Python Tutorials: Basic Data Types In Python


Read Time4 Minutes, 5 Seconds

In the last post, we understand some of the basics of the Python and started our first code. Now in this article, we are going to learn some of the basic data types in Python. The basic datatypes mentioned here are List, Tuple, Dictionary, and Boolean. Let us start with Boolean.

Boolean Datatype

Boolean datatype has two values, True and False. These two values always work along with the boolean operators such as and, or, and not. These operators always take two boolean values so they are binary operators. The and operator will always return False if any one of the two boolean values is false. Both the values should be true to return True. In Or operator, if any one of the value is True, then it will return true. If both the values are false, then the result will be False. And in case of Not operator, it’ll give the result as False for every True expression and vice versa. And operator is a unary operator as it takes only one expression.

List Datatype

Another important datatype in Python is List. The list is a datatype in which multiple values are stored in ordered sequence. You might find this similar to the array in other programming languages. The list can be defined by using any name and the elements inside the List are written inside []. The elements can also be called as items and are written in ‘ ‘ if they are characters.

Examples :

numbers=[1,2,3,4]

names=[‘shubham’,’shalaka’,’pratik’,’piyush’]

Now In List, if you want to access any particular item, you can call it by its index which is started from 0. So as in above case, shubham have index 0, Shalaka has 1, Pratik has 2 and Piyush has 3. So if you want to print the shalaka, then the syntax will be :

names[1]

>>> shalaka

Similarly, for Pratik

names[2]

>>pratik

If you want to say ‘hey shubham’ to be printed then

print(‘hey’) + names[0]

or simply ‘hey’ + names[0]

Note: Calling names[0:2] will return elements from index 0 to index 2-1 that is 1. This is a way of getting 2 or more elements from the List.

the only thing you should remember at this stage is that you can not use float value for the indices. The only integer value can be used. if we use a negative index then it will start from the last element and will return one.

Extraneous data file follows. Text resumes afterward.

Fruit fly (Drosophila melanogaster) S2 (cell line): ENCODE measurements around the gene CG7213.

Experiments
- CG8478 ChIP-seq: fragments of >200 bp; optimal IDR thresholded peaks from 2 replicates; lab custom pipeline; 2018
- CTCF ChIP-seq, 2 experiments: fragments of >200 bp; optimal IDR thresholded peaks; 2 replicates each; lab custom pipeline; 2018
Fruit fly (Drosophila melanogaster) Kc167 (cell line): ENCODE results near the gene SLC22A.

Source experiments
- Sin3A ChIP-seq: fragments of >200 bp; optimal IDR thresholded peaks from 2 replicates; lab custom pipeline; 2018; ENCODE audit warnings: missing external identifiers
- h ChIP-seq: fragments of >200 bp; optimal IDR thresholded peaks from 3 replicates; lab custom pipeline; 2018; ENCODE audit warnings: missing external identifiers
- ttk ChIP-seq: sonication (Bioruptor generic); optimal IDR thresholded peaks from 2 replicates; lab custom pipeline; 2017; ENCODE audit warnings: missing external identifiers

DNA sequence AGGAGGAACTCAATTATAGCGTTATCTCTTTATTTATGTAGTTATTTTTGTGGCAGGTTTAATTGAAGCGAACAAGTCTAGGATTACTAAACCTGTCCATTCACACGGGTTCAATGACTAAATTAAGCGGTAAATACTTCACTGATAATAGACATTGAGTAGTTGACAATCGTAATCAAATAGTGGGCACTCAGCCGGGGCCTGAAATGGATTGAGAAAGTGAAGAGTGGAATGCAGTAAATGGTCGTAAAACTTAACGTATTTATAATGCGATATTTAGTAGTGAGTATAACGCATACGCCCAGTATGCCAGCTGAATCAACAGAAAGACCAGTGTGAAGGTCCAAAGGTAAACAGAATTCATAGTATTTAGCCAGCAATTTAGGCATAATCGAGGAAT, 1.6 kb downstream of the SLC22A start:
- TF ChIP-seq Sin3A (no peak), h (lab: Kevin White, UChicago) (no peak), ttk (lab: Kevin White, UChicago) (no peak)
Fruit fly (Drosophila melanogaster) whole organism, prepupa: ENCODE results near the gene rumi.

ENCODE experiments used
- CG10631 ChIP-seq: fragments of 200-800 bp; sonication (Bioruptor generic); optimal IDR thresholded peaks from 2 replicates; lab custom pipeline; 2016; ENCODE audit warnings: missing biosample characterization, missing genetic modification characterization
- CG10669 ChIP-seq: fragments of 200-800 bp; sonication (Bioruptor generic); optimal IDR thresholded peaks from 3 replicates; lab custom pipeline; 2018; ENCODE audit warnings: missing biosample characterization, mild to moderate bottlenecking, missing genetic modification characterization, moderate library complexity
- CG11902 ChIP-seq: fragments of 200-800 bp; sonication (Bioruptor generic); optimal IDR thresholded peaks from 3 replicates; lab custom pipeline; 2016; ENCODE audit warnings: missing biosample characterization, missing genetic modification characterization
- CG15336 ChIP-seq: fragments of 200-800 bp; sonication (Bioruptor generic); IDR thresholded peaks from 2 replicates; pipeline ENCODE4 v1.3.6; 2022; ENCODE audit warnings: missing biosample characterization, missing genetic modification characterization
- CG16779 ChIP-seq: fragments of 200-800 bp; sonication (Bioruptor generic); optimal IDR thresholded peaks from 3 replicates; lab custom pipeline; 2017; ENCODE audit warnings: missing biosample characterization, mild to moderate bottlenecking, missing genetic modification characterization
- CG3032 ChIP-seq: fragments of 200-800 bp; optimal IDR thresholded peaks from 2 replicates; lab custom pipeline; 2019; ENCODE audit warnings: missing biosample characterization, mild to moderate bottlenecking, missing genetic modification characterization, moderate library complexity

You can change the names of the items in the List unlike in Tuple. Either you can change name directly as names[2]=’XYZ’ or if you want to interchange 1st and 2nd name then you can do that in this way: names[0]=names[1]

Some of the other functions of the List we will see in next articles such as removing an element, splitting list, list concatenation, list replication, in not in operators in List and much more.

Tuple Datatype

As mentioned in the List datatype, the Tuple datatype is somewhat similar looking as the List but has its own different properties. Consider a situation where you want to make a list and save it as a backup. And also you want to copy that list and make some changes in the copied one.

So it is hard to understand what I wrote here :p but it is easier than it sounds. Look at the image attached below.

Now as you can see in the image, we took names1 as a backup copy of names but changes made in the names1 also reflected in the previous one. So this is not a good thing if we have to consider larger data. So this tuple concept comes in handy in this situation.

Tuple can be declared similarly as the list but instead of [], it uses ().

Note: Tuple’s values cannot be modified in any way, unlike Lists. So you can not modify, append, remove elements from the Tuple. We are going to use this tuple in upcoming articles. Now its time to see another datatype.

 Dictionary Datatype

Just like lists, Dictionary also has many items. But as there are indexes in the list, the dictionary has pairs of keys and values. Let us see the simple syntax of the dictionary. Take an example given above on the list.

dict1={1:’Shubham’, 2:’Shalaka’, 3:’Pratik’, 4:’Piyush’}

As you can see, dictionary’s elements are in {} brackets and there are some pairs as 1:’Shubham’. Here 1 is a key and ‘Shubham’ is a value.  Defining key at 0 is not mandatory and can be anything you want.

Note: Dictionaries are not ordered. There are some methods like values(), keys(),  get(), setdefault() in the dictionary. The in operator can be used if you want to know the key is in the dictionary or not.

Values() returns values in dictionary, keys() will return keys. We will see more in details in the upcoming articles. For now, this is it.

©2018, copyright Shubham Shrimant


Shubham

Shubham is an ambitious coder. He mostly writes about cloud computing and upcoming technical gadgets. He has widely influenced by the technological world and love to express his judicial opinion on happening activities. And yes he's massive Liverpool Fan.